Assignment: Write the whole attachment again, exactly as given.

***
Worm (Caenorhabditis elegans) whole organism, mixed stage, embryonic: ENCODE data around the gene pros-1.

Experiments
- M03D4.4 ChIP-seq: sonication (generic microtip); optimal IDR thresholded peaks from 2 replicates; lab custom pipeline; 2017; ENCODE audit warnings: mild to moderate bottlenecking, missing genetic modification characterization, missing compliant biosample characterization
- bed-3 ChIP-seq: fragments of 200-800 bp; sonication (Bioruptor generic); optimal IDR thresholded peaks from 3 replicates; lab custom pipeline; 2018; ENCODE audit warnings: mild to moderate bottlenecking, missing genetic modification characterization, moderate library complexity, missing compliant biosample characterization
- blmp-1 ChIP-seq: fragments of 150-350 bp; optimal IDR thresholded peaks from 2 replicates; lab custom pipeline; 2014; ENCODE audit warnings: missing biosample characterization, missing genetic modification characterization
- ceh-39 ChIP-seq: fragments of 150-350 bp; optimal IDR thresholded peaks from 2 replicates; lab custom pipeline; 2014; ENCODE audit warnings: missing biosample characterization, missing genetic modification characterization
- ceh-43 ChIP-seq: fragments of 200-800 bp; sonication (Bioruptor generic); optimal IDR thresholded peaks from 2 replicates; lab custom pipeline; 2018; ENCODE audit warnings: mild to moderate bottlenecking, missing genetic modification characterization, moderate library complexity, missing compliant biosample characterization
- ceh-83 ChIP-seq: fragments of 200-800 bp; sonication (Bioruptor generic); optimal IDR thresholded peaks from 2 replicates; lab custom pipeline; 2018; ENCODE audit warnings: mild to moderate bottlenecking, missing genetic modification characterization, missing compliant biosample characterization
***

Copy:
Worm (Caenorhabditis elegans) whole organism, mixed stage, embryonic: ENCODE data around the gene pros-1.

Experiments
- M03D4.4 ChIP-seq: sonication (generic microtip); optimal IDR thresholded peaks from 2 replicates; lab custom pipeline; 2017; ENCODE audit warnings: mild to moderate bottlenecking, missing genetic modification characterization, missing compliant biosample characterization
- bed-3 ChIP-seq: fragments of 200-800 bp; sonication (Bioruptor generic); optimal IDR thresholded peaks from 3 replicates; lab custom pipeline; 2018; ENCODE audit warnings: mild to moderate bottlenecking, missing genetic modification characterization, moderate library complexity, missing compliant biosample characterization
- blmp-1 ChIP-seq: fragments of 150-350 bp; optimal IDR thresholded peaks from 2 replicates; lab custom pipeline; 2014; ENCODE audit warnings: missing biosample characterization, missing genetic modification characterization
- ceh-39 ChIP-seq: fragments of 150-350 bp; optimal IDR thresholded peaks from 2 replicates; lab custom pipeline; 2014; ENCODE audit warnings: missing biosample characterization, missing genetic modification characterization
- ceh-43 ChIP-seq: fragments of 200-800 bp; sonication (Bioruptor generic); optimal IDR thresholded peaks from 2 replicates; lab custom pipeline; 2018; ENCODE audit warnings: mild to moderate bottlenecking, missing genetic modification characterization, moderate library complexity, missing compliant biosample characterization
- ceh-83 ChIP-seq: fragments of 200-800 bp; sonication (Bioruptor generic); optimal IDR thresholded peaks from 2 replicates; lab custom pipeline; 2018; ENCODE audit warnings: mild to moderate bottlenecking, missing genetic modification characterization, missing compliant biosample characterization